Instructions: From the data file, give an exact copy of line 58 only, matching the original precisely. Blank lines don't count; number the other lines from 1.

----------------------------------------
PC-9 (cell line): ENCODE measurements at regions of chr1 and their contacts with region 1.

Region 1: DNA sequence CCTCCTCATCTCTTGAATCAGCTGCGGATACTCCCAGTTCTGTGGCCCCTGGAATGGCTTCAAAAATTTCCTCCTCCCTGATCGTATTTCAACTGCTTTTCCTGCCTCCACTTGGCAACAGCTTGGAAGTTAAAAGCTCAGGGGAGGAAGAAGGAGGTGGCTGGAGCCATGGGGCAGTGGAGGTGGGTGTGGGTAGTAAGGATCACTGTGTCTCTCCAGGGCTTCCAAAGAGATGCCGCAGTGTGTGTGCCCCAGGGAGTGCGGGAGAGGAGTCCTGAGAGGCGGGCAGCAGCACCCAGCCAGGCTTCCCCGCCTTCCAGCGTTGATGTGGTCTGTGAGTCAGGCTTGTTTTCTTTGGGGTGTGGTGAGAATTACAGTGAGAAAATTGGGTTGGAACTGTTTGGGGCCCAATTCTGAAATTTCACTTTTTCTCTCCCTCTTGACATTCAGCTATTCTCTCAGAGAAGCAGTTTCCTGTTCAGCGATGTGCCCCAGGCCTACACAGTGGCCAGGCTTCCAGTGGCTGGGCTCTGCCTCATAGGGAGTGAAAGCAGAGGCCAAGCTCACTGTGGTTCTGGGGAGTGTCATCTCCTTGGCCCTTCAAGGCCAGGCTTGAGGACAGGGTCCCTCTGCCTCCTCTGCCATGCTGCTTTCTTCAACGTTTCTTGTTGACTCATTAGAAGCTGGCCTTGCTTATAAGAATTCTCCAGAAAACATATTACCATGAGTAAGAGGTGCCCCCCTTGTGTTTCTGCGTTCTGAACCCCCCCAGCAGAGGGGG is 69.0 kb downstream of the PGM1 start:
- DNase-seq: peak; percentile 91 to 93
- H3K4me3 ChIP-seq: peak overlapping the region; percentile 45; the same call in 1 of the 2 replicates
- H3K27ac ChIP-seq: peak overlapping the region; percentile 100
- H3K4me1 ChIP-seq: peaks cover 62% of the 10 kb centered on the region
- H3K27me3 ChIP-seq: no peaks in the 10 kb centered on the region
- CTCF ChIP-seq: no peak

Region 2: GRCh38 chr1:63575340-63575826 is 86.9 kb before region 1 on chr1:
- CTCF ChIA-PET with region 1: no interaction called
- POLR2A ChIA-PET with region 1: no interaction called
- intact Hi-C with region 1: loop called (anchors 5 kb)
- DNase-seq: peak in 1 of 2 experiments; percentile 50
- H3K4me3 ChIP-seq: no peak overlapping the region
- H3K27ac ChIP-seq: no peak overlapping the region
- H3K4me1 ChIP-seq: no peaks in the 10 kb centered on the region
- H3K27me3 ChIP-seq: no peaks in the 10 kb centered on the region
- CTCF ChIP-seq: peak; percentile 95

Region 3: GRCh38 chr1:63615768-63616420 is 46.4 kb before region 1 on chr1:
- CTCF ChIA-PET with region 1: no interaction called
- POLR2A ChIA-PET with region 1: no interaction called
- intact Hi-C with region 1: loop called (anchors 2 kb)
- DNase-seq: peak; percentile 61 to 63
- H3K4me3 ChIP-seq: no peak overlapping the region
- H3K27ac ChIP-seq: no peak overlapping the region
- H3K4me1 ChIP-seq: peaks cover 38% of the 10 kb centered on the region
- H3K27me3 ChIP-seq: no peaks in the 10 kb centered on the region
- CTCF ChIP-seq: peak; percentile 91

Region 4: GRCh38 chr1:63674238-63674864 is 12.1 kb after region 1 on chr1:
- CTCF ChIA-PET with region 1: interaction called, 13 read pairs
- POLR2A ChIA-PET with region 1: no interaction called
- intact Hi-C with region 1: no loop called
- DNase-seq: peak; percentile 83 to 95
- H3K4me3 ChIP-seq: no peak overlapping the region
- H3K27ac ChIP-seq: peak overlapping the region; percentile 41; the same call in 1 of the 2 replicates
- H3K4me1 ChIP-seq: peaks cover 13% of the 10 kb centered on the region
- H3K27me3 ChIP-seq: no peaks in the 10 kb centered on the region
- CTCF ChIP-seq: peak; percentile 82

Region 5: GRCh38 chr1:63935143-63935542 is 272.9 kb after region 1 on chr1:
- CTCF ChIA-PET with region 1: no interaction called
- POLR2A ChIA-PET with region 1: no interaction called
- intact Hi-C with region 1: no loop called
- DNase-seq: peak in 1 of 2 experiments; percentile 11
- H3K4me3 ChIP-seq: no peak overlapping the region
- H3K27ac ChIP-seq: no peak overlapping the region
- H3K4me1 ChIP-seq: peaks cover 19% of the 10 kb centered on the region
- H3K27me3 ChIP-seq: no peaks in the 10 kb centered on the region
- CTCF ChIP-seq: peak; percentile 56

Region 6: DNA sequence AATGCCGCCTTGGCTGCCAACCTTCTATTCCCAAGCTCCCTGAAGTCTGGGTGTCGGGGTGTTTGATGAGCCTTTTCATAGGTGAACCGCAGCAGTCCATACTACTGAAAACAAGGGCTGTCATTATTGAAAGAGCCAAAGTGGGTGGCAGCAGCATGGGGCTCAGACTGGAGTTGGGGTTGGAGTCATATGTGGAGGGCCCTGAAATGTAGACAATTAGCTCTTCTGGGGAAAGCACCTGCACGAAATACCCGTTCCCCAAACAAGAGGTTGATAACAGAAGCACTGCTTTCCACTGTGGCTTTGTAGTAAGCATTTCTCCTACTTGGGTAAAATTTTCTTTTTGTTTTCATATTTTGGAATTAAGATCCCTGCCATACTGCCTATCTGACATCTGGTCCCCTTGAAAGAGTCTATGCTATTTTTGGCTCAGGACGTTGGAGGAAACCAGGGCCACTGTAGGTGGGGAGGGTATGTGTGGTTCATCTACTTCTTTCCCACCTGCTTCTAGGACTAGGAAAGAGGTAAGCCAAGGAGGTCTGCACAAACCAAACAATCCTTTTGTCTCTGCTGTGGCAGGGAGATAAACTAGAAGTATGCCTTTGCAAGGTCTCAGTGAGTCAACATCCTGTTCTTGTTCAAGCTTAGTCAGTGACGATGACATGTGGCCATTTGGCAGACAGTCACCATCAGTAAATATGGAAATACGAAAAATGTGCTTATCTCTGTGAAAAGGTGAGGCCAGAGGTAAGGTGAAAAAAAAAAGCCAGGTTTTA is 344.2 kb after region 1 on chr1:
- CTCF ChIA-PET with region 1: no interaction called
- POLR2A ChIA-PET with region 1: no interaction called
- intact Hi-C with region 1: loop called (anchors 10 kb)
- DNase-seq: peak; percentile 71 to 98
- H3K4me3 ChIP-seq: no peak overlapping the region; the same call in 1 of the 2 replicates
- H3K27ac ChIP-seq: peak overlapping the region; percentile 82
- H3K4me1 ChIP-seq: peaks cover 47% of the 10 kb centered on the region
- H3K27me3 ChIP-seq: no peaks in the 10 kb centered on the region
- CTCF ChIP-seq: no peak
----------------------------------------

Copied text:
- CTCF ChIP-seq: no peak